You know what a stream looks like.
It has a pair of steep banks that have been scoured by
shifting currents, exposing streaks and lenses of rock
and old sediment. At the bottom of this gully—ten
to fifty feet down—the water rushes past, and you
can hear the click of tumbling rocks as they are jostled
downstream. The swift waters etch soil from first one
bank, then the other as the stream twists restlessly in
its bed. In flood season, the water runs fast and brown
with a burden of soil carried ceaselessly from headwaters
to the sea. At flood, instead of the soft click of rocks,
you can hear the crack and thump of great boulders being
hauled oceanward. In the dryness of late summer, however,
a stream is an algae-choked trickle, skirted by a few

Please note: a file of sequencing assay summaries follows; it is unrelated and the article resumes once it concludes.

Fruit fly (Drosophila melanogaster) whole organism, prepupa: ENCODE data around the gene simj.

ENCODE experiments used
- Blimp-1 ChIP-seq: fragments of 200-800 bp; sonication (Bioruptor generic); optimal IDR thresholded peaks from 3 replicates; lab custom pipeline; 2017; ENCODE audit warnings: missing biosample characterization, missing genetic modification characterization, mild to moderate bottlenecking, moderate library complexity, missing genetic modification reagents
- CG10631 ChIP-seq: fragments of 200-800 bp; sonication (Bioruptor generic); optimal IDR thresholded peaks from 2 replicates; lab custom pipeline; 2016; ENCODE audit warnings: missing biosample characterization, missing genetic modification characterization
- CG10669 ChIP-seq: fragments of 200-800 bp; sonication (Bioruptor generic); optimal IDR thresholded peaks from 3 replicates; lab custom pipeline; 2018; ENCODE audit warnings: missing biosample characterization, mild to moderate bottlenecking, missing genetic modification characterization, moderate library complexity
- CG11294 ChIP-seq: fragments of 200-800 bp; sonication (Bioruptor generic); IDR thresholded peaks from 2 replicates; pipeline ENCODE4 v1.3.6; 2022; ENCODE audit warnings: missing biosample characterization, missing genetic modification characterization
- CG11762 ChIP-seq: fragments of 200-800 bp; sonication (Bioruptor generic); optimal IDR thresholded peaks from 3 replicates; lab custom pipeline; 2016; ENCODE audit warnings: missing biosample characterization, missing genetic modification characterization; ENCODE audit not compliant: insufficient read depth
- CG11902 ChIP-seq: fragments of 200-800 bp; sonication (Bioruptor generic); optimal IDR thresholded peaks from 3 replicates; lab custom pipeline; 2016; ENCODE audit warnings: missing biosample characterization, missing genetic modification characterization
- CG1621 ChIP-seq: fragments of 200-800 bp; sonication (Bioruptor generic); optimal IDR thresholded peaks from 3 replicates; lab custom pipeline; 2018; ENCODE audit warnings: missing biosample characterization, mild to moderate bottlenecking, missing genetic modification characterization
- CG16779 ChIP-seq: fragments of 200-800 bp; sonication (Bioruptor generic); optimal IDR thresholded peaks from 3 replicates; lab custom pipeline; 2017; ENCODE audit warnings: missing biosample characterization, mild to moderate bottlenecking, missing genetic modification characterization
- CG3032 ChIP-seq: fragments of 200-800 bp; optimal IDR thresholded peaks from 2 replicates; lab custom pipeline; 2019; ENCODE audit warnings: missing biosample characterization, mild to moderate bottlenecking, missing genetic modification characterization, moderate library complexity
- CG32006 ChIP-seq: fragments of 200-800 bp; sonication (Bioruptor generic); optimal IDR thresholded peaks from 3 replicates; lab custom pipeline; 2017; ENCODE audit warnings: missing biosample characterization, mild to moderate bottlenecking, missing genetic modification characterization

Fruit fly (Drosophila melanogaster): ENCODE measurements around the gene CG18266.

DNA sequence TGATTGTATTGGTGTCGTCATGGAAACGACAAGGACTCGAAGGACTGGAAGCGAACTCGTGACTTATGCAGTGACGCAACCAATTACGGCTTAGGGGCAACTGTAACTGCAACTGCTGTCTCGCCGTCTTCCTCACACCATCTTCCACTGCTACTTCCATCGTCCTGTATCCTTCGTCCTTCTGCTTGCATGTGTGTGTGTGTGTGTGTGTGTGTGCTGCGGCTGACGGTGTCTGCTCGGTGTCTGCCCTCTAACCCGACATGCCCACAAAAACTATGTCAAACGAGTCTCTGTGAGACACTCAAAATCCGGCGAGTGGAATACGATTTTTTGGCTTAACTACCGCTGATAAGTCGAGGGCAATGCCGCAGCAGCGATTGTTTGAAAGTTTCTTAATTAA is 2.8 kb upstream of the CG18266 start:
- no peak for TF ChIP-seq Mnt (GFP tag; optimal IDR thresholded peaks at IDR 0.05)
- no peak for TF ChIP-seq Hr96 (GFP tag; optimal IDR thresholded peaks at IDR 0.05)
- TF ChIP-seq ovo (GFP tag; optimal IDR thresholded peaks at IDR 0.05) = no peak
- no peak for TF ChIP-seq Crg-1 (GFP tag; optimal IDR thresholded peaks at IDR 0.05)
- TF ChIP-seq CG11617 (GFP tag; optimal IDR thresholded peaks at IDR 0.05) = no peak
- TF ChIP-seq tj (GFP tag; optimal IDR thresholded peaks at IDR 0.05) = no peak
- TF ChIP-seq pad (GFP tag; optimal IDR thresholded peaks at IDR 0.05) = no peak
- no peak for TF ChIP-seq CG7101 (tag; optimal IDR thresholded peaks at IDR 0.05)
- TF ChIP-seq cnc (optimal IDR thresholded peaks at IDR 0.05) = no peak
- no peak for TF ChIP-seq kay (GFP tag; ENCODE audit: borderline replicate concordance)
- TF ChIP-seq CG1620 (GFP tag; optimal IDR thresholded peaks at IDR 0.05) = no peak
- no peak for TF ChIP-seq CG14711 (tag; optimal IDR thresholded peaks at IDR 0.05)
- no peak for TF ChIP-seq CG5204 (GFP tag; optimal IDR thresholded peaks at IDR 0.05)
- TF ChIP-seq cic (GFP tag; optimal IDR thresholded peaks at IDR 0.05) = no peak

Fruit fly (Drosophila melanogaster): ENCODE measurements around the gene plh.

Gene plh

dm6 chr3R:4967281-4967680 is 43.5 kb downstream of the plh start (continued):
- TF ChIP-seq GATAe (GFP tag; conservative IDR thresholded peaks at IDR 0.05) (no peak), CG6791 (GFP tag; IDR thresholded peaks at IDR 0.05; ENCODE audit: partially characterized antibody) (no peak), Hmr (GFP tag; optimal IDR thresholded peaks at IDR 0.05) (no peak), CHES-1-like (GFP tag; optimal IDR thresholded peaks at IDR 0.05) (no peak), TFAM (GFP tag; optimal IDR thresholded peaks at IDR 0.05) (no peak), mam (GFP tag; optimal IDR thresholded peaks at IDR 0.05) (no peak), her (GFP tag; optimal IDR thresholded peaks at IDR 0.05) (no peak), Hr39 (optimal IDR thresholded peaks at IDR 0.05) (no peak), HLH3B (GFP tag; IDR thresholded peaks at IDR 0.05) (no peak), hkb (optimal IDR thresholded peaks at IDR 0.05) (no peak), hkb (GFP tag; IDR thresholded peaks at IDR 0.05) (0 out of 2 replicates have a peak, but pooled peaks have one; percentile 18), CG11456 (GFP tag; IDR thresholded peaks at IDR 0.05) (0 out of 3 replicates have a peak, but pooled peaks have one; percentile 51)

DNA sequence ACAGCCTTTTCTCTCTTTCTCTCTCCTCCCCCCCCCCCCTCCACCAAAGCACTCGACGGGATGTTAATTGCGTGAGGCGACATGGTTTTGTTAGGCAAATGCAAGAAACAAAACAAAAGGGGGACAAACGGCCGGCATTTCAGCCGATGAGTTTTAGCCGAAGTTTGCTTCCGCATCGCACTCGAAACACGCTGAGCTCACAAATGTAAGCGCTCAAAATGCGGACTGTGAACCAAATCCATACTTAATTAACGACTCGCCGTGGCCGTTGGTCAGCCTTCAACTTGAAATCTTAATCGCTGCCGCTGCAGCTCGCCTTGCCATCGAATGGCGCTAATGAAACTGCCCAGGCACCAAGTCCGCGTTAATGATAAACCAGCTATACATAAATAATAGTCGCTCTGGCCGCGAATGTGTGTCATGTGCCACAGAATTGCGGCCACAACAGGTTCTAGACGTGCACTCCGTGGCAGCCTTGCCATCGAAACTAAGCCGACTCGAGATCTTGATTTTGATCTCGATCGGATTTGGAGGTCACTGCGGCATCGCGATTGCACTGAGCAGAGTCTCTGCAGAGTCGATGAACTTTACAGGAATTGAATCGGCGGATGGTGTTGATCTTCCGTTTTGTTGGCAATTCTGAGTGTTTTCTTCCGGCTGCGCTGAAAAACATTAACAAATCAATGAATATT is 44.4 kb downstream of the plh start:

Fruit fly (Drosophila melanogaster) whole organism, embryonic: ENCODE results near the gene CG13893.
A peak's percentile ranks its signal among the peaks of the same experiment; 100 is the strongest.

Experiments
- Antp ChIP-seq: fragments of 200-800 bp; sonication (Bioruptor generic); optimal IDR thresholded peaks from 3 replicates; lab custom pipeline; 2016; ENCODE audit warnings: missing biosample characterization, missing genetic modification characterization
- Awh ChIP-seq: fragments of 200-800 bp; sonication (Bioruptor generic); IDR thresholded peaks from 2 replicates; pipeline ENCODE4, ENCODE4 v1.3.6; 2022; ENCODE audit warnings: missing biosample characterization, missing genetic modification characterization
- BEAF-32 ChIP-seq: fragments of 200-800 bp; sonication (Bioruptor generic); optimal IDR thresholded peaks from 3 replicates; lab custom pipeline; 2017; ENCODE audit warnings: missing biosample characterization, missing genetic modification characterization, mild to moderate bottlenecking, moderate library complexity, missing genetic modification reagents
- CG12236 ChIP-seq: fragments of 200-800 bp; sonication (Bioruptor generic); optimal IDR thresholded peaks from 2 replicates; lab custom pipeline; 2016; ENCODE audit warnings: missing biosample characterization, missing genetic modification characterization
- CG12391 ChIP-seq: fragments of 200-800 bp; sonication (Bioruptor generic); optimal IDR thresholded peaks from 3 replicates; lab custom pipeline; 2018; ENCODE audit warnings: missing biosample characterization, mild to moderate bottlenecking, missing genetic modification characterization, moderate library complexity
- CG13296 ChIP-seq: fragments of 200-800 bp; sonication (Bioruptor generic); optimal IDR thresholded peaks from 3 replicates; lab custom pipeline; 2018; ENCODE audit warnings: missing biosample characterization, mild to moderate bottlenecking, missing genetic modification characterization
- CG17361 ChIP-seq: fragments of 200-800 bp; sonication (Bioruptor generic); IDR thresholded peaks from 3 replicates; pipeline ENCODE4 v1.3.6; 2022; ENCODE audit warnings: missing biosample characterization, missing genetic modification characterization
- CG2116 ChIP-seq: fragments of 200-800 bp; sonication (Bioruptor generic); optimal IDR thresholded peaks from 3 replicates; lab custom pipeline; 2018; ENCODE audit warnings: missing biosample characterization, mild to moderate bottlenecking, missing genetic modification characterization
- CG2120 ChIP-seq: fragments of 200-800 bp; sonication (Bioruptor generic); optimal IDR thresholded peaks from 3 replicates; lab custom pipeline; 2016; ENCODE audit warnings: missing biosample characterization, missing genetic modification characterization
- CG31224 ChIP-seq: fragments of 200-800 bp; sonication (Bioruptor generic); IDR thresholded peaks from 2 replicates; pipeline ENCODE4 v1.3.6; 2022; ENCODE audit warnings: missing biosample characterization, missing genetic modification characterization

tepid puddles among the exposed cobbles and sand of its
bed. These are the sights and sounds of a contemporary
You don’t know what a stream
looks like. A natural North American
stream is not a single, deeply eroded gully, but a series
of broad pools, as many as fifteen per mile, stitched
together by short stretches of shallow, braided channels.
The banks drop no more than a foot or two to water, and
often there are no true banks, only a soft gradation from
lush meadow to marsh to slow open water. If soil washes
down from the steep headwaters in flood season, it is
stopped and gathered in the chain of ponds, where it spreads
a fertile layer over the earth. In spring the marshes
edging the ponds enlarge to hold floodwaters. In late
summer they shrink slightly, leaving at their margins
a meadow that offers tender browse to wildlife. An untouched